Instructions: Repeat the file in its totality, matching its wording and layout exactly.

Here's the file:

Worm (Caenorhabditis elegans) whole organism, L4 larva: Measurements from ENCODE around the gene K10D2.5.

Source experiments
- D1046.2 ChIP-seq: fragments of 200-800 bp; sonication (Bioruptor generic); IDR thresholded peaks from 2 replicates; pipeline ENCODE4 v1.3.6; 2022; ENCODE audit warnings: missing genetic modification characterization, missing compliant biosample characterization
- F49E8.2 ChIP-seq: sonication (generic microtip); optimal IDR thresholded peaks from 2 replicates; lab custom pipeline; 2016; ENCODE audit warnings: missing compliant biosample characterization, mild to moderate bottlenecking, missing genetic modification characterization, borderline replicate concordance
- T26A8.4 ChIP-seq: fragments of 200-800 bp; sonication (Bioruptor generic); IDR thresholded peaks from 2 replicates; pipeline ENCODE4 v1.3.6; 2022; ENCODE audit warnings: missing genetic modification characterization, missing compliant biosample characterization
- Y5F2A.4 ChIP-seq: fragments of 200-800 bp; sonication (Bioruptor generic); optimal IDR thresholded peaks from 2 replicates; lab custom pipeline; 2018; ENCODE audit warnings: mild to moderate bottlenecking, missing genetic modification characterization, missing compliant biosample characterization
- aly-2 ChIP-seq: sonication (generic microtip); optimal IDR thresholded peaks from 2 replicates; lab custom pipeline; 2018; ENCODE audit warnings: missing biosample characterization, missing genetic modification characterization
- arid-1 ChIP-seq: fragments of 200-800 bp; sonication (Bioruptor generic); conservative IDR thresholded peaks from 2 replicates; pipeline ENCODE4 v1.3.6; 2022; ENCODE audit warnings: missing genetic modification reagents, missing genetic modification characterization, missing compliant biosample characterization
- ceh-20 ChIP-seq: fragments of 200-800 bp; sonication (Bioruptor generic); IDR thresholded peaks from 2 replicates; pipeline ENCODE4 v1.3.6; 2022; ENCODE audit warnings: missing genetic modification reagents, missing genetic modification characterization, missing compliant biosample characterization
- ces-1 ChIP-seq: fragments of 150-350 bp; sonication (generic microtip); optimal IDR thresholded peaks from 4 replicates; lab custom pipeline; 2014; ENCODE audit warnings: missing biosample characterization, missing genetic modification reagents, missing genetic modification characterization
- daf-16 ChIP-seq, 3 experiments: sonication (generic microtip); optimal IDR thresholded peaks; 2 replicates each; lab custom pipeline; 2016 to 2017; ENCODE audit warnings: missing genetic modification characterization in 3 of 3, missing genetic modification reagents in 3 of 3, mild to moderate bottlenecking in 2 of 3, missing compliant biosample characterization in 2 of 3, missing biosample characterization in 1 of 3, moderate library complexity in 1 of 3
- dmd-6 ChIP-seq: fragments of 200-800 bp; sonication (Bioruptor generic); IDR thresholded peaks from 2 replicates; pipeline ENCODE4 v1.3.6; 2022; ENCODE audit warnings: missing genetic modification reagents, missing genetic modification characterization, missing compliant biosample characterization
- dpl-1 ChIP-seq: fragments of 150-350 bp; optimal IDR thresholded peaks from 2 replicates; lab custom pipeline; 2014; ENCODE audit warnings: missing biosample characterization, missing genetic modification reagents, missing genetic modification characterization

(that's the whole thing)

Worm (Caenorhabditis elegans) whole organism, L4 larva: Measurements from ENCODE around the gene K10D2.5.

Source experiments
- D1046.2 ChIP-seq: fragments of 200-800 bp; sonication (Bioruptor generic); IDR thresholded peaks from 2 replicates; pipeline ENCODE4 v1.3.6; 2022; ENCODE audit warnings: missing genetic modification characterization, missing compliant biosample characterization
- F49E8.2 ChIP-seq: sonication (generic microtip); optimal IDR thresholded peaks from 2 replicates; lab custom pipeline; 2016; ENCODE audit warnings: missing compliant biosample characterization, mild to moderate bottlenecking, missing genetic modification characterization, borderline replicate concordance
- T26A8.4 ChIP-seq: fragments of 200-800 bp; sonication (Bioruptor generic); IDR thresholded peaks from 2 replicates; pipeline ENCODE4 v1.3.6; 2022; ENCODE audit warnings: missing genetic modification characterization, missing compliant biosample characterization
- Y5F2A.4 ChIP-seq: fragments of 200-800 bp; sonication (Bioruptor generic); optimal IDR thresholded peaks from 2 replicates; lab custom pipeline; 2018; ENCODE audit warnings: mild to moderate bottlenecking, missing genetic modification characterization, missing compliant biosample characterization
- aly-2 ChIP-seq: sonication (generic microtip); optimal IDR thresholded peaks from 2 replicates; lab custom pipeline; 2018; ENCODE audit warnings: missing biosample characterization, missing genetic modification characterization
- arid-1 ChIP-seq: fragments of 200-800 bp; sonication (Bioruptor generic); conservative IDR thresholded peaks from 2 replicates; pipeline ENCODE4 v1.3.6; 2022; ENCODE audit warnings: missing genetic modification reagents, missing genetic modification characterization, missing compliant biosample characterization
- ceh-20 ChIP-seq: fragments of 200-800 bp; sonication (Bioruptor generic); IDR thresholded peaks from 2 replicates; pipeline ENCODE4 v1.3.6; 2022; ENCODE audit warnings: missing genetic modification reagents, missing genetic modification characterization, missing compliant biosample characterization
- ces-1 ChIP-seq: fragments of 150-350 bp; sonication (generic microtip); optimal IDR thresholded peaks from 4 replicates; lab custom pipeline; 2014; ENCODE audit warnings: missing biosample characterization, missing genetic modification reagents, missing genetic modification characterization
- daf-16 ChIP-seq, 3 experiments: sonication (generic microtip); optimal IDR thresholded peaks; 2 replicates each; lab custom pipeline; 2016 to 2017; ENCODE audit warnings: missing genetic modification characterization in 3 of 3, missing genetic modification reagents in 3 of 3, mild to moderate bottlenecking in 2 of 3, missing compliant biosample characterization in 2 of 3, missing biosample characterization in 1 of 3, moderate library complexity in 1 of 3
- dmd-6 ChIP-seq: fragments of 200-800 bp; sonication (Bioruptor generic); IDR thresholded peaks from 2 replicates; pipeline ENCODE4 v1.3.6; 2022; ENCODE audit warnings: missing genetic modification reagents, missing genetic modification characterization, missing compliant biosample characterization
- dpl-1 ChIP-seq: fragments of 150-350 bp; optimal IDR thresholded peaks from 2 replicates; lab custom pipeline; 2014; ENCODE audit warnings: missing biosample characterization, missing genetic modification reagents, missing genetic modification characterization